However, further data suggest that the poor Spring 2004 year-class affected hunting somewhat — or at least it affected hunter selection.
The percentage of adult gobblers in the Spring 2005 harvest was a record 87 percent, and jakes represented only 12 percent. In 2006, the gobbler-to-jake harvest ratio was 72 percent to 27 percent, which is also the long-term average.
“I would say this decrease of jakes in the  harvest was definitely a result of the poor brood success in 2004,” Mezera said. “The increased 2006 jake harvest and lower adult gobbler harvest was a combination of more jakes being available and fewer 2-year-olds in the population.”
Minnesota also had a wet Spring 2004, and its harvest numbers showed a similar trend, according to Sharon Goetz, wild turkey biologist for the Minnesota DNR.
Juveniles comprised only 10 percent of turkeys harvested in Spring 2005, down significantly from 23 percent in 2003, 20 percent in 2004 and 29 percent in 2006. Overall hunter success in Spring 2005 was 28 percent, which was down slightly from 34 percent in 2003, 33 percent in 2004 and 30 percent in 2006.
Of course, outside of harvest figures, the question of how much a poor hatch hurts hunting remains open to interpretation. Most state game agencies don’t record data that quantifies difficult hunting — such as the amount of gobbling, hunter hours afield or, of course, the amount of time gobblers spend with hens. Therefore, a large gray area remains between fact and myth.
Williams believes hunters often rely more on perception than science.
“I find here in Florida that there are often conflicting opinions among hunters about how good the hunting was in any particular year and also, in some years, a certain level of agreement about the gobbling level,” he said. “If you kill your limit and hear that a few other [hunters] have, too, it’s easy to project that on the entire season everywhere. If you don’t, and you hear from a few others to that effect, it makes a good excuse to blame the turkeys in some way or some act of God.”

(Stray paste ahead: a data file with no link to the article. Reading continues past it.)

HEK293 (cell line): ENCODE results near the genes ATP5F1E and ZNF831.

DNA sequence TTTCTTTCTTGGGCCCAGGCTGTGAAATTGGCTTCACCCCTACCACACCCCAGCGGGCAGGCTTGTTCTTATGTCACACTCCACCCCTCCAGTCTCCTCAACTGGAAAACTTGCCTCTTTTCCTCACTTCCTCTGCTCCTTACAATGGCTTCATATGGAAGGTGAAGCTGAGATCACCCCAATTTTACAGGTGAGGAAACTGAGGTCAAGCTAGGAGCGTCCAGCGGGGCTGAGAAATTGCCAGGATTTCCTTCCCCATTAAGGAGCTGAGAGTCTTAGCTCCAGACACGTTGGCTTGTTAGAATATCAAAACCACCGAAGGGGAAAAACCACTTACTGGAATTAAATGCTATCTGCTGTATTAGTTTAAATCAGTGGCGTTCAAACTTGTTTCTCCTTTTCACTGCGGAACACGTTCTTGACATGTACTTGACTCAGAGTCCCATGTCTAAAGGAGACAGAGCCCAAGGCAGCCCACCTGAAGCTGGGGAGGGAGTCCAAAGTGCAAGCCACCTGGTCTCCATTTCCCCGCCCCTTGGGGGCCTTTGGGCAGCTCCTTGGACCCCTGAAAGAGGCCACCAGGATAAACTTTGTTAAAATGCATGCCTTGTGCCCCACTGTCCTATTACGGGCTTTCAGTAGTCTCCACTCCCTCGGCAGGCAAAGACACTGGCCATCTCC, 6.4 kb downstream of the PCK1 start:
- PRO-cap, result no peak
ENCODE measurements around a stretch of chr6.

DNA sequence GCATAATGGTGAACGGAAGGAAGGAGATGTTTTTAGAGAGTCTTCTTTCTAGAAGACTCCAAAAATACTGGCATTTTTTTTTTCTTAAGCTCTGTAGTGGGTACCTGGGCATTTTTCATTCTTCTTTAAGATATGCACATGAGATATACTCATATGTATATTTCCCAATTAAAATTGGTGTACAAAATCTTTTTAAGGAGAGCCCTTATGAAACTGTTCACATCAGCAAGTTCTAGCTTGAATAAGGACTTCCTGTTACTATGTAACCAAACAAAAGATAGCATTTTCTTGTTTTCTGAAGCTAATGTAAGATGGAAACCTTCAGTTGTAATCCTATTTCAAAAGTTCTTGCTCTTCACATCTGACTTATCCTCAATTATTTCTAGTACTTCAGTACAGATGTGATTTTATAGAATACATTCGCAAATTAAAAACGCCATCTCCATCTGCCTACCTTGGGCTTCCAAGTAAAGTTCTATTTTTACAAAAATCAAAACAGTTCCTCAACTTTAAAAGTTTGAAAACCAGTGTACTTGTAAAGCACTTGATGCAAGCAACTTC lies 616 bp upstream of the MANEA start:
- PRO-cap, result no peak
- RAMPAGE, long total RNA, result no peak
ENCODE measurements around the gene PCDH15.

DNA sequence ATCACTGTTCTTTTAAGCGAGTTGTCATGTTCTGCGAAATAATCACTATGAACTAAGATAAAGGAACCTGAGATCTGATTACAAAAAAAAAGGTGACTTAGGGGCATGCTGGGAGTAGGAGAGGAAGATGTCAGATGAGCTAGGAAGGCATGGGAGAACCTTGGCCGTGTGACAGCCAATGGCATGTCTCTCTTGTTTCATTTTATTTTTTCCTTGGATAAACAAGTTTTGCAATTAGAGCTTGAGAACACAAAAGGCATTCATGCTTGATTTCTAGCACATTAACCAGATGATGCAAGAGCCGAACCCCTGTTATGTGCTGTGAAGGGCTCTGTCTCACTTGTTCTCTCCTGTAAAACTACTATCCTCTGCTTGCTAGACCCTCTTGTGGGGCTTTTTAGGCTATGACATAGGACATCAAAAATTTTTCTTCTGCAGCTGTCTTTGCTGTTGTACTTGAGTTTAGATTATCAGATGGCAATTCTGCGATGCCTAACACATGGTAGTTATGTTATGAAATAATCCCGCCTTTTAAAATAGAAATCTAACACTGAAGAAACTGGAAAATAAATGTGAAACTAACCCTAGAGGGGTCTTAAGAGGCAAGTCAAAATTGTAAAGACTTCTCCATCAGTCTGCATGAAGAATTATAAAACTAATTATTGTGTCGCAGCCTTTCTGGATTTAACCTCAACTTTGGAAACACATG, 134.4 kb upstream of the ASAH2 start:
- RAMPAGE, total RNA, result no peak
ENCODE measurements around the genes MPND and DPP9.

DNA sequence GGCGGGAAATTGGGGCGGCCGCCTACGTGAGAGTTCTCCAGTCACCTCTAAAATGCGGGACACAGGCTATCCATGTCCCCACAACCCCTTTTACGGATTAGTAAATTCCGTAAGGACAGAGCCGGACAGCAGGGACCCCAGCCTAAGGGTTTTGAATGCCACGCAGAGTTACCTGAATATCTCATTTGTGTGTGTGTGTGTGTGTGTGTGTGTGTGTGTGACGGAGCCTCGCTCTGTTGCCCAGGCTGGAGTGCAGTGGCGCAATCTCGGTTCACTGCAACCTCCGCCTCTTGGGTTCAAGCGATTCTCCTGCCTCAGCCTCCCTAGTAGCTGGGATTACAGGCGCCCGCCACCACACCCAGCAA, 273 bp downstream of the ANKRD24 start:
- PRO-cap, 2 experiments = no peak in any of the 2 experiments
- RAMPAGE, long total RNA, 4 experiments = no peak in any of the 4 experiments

However, Williams acknowledged that having more gobbling turkeys in an area — in this case, 2-year-olds — provides more opportunity for average hunters.
“I think the ‘toughness’ of hunting has a lot to do with personal hunting skills of the hunter,” he said. “A really good hunter — on the highly experienced guide level — could kill the last turkey in the woods in a few days of hunting. You really don’t need to contact but one or two gobblers if you know what you are doing. Of course, the more chances a less-experienced hunter gets to screw up and stil l hunt another gobbler, the better his chances. That’s probably where having a lot of gobbling comes into the picture with the individual. So for the less-skilled hunter, I would say hunting will be decidedly more successful if there are a lot of gobblers. The chances of getting lucky are greater.”
One element of the year-class-gap phenomenon is certain: Poor hatches are just blips on the radar and don’t spell trouble for turkey numbers.
“If there were multiple years of poor hatches, there could start to be a long-term impact on the population,” Goetz said. “However, I would say annual fluctuations in turkey productivity are normal depending on spring weather.”
“Proper management ensures that these poor hatches will not have a long-term effect on the overall population,” Mezera said. “Wisconsin has been lucky. We have had several consecutive years of great production that led up to 2004. Therefore, our population was able to recover quickly.”
Williams said even several poor hatches wouldn’t be cause for alarm.
“The turkeys in any population would require at least four years of complete reproductive failure to really hit the bottom,” he said. “Turkeys don’t live long. Populations effectively turn over every four years. Anything wrong with the age-class structure would quickly correct itself unless complete failure occurred.”
In fact, after the relatively tough Spring 2006 season, prospects are already looking up in Wisconsin.
“So far, it looks like we should have good brood success this year,” Mezera said.
“Weather has been favorable. It’s quite possible that hunters may notice a difference in gobbling and/or success rates in 2007. Our population keeps expanding and growing … which means more opportunity for hunters.”
EDITOR’S NOTE: Brian Lovett’s latest book, Hunting Pressured Turkeys, offers 195 pages of advice for going after the most challenging gobblers. You can order a signed copy for $19.95 plus $4 shipping at email@example.com.